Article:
On the other hand, month-to-month variable rate (no-contract) plans don’t have cancellation fees. You won’t be penalized if you find a better deal elsewhere and want to make another switch.  And, you won’t be stuck paying more than you should be if the market rate for electricity trends down.  But, if it goes up, you’ll be paying more than your in-contract neighbors, and you’ll likely want to shop around again for a better deal.
Another unwelcome side effect of not knowing your average monthly kWh usage level is that you may end up paying more than you expect. This can occur when a customer inadvertently shops an electric rate based on a higher usage level than they actually use. Electricity suppliers commonly advertise their electric rates associated with the highest (2000 kWh) usage levels since those tend to be the lowest rates.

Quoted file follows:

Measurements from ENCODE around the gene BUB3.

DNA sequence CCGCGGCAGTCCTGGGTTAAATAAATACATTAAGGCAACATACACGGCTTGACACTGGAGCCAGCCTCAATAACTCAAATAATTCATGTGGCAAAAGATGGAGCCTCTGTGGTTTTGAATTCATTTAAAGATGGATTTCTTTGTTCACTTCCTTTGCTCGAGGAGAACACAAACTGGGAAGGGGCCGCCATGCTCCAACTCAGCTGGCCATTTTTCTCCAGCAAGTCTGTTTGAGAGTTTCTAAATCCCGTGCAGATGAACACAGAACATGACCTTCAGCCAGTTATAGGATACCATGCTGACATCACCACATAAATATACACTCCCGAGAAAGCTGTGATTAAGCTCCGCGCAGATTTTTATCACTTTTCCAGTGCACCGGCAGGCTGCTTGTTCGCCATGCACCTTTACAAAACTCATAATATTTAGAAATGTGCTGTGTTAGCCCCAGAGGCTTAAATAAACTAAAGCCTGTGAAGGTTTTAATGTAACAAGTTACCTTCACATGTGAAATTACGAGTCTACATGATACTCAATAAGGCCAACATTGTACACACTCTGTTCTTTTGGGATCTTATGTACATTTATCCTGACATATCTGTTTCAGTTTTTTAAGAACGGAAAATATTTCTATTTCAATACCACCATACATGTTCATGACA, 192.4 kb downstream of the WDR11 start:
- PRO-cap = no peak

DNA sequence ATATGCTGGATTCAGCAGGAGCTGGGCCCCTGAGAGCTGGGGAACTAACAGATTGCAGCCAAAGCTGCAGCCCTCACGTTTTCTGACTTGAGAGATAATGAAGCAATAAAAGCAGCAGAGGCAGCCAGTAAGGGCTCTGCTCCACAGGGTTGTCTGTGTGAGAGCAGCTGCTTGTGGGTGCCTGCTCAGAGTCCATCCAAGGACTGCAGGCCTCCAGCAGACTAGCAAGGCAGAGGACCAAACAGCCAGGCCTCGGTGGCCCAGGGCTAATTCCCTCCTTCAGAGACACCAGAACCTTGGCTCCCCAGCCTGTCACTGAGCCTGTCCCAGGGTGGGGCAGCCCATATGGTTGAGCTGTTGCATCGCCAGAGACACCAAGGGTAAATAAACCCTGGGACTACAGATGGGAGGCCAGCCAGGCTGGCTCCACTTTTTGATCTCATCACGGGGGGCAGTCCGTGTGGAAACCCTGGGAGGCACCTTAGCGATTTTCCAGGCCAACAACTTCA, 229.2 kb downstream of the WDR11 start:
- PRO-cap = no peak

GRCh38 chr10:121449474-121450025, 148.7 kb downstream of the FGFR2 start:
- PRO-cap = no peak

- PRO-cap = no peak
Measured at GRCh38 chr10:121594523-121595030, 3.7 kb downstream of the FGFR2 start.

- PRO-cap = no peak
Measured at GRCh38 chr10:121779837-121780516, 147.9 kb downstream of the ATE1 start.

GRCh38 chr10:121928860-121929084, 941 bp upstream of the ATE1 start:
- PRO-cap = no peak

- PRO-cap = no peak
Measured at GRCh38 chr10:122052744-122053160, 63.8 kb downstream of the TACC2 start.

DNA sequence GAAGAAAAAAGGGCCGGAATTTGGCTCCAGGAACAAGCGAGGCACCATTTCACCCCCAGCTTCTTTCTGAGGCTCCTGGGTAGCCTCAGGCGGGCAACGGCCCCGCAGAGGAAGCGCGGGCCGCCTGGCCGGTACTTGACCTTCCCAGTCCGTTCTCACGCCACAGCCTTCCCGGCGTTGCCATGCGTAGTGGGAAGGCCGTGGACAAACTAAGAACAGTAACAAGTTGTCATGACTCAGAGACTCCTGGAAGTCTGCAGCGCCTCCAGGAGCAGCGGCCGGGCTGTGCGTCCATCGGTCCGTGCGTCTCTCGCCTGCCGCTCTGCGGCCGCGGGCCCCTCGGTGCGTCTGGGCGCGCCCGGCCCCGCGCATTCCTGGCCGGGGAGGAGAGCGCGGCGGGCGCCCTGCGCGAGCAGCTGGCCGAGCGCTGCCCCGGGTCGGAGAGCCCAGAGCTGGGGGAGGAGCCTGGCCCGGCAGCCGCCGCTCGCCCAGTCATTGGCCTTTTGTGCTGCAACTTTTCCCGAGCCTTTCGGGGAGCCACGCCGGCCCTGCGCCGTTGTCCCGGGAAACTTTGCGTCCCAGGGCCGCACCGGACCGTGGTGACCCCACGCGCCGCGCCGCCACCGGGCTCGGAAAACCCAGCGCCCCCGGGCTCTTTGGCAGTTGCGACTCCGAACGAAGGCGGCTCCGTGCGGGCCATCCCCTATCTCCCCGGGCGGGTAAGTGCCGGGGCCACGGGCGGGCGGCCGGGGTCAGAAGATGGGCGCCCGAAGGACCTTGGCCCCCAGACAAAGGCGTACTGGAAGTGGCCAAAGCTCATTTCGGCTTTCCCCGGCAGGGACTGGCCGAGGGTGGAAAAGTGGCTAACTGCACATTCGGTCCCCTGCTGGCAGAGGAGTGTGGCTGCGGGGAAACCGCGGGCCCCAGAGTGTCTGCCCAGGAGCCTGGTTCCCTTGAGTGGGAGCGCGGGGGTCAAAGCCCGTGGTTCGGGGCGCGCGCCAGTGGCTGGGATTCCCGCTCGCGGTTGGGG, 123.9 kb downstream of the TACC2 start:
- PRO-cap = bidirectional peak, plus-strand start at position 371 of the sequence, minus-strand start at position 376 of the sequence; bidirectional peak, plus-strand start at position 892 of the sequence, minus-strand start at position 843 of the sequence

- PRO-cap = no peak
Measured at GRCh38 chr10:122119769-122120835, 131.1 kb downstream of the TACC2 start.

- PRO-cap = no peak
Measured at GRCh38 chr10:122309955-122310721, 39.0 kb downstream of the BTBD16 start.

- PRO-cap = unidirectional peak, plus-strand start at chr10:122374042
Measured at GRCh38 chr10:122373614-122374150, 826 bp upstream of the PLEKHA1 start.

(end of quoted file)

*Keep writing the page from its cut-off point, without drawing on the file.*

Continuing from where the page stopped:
The cheapest rates are going to have shorter contract terms. For instance, a 3 month term is cheaper than a 6 month term and a 6 month term is cheaper than a 12-14 month term. So if you are able to remember to call before your contract expires (they will notify via mail you that your contract is about to expire), then the 3 or 6-month term is your best bet. If you don't call to renew/cancel, you will be charged a much higher variable rate on a month-to-month basis. If this is you, sign for a 12-month contract term with the cheapest rate.
If you live in the greater Houston area, there are over 60 different energy suppliers competing for your business. Many of these providers have websites that are confusing and difficult to navigate, their rates buried in misleading advertising and dense jargon. Who has the time to sort through and keep track of options across all these different sites?
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